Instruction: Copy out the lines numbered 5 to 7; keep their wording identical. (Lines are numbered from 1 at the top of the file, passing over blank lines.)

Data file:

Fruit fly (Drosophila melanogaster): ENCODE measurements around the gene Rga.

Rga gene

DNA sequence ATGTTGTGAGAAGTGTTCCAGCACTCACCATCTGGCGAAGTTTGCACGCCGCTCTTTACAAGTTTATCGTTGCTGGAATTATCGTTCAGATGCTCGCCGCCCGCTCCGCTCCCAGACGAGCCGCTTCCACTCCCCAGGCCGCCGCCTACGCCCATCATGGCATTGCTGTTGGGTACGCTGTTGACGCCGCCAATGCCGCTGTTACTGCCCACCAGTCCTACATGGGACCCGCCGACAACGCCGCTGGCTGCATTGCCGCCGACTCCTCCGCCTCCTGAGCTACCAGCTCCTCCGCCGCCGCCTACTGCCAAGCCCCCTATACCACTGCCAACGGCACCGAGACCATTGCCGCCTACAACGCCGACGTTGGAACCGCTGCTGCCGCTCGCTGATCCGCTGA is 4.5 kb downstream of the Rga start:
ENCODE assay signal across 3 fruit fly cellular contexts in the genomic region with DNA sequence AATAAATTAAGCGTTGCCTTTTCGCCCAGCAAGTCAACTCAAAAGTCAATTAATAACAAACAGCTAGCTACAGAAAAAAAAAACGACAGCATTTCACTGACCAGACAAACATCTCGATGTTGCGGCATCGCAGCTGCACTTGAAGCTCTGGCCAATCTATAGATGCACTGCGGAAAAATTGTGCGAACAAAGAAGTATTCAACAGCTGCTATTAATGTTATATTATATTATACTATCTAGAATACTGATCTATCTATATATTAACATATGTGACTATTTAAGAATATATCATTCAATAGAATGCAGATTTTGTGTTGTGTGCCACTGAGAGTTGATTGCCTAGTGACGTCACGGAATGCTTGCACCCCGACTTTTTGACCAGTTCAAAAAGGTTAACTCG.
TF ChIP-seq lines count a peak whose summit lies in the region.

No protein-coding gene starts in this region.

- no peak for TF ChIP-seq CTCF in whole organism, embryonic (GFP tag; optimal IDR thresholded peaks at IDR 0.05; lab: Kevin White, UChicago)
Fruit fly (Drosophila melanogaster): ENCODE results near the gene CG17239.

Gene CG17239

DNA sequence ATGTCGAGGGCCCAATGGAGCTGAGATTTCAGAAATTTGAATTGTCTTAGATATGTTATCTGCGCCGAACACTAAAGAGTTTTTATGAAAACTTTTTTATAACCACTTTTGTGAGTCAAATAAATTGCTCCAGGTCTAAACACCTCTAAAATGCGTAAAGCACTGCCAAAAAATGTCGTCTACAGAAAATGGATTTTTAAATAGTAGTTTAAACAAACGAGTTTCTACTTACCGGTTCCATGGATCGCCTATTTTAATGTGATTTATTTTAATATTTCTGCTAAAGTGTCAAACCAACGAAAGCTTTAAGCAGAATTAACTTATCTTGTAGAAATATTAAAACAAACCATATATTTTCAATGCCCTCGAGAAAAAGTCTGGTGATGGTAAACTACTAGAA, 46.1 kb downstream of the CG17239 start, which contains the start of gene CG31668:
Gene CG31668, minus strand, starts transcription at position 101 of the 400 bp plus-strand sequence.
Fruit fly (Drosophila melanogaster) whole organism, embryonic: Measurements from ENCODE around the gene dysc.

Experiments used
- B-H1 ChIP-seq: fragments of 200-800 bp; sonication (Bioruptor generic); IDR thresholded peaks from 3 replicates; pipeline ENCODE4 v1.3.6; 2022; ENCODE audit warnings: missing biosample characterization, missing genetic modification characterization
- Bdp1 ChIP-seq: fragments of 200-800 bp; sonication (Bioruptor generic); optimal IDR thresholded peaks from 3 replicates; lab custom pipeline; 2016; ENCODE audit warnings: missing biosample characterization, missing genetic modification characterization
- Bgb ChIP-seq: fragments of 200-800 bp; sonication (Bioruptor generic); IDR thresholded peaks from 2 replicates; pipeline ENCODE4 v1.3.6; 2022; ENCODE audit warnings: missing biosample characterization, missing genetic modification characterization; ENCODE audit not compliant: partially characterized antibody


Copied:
TF ChIP-seq lines count a peak whose summit lies in the region.

No protein-coding gene starts in this region.

- no peak for TF ChIP-seq CTCF in whole organism, embryonic (GFP tag; optimal IDR thresholded peaks at IDR 0.05; lab: Kevin White, UChicago)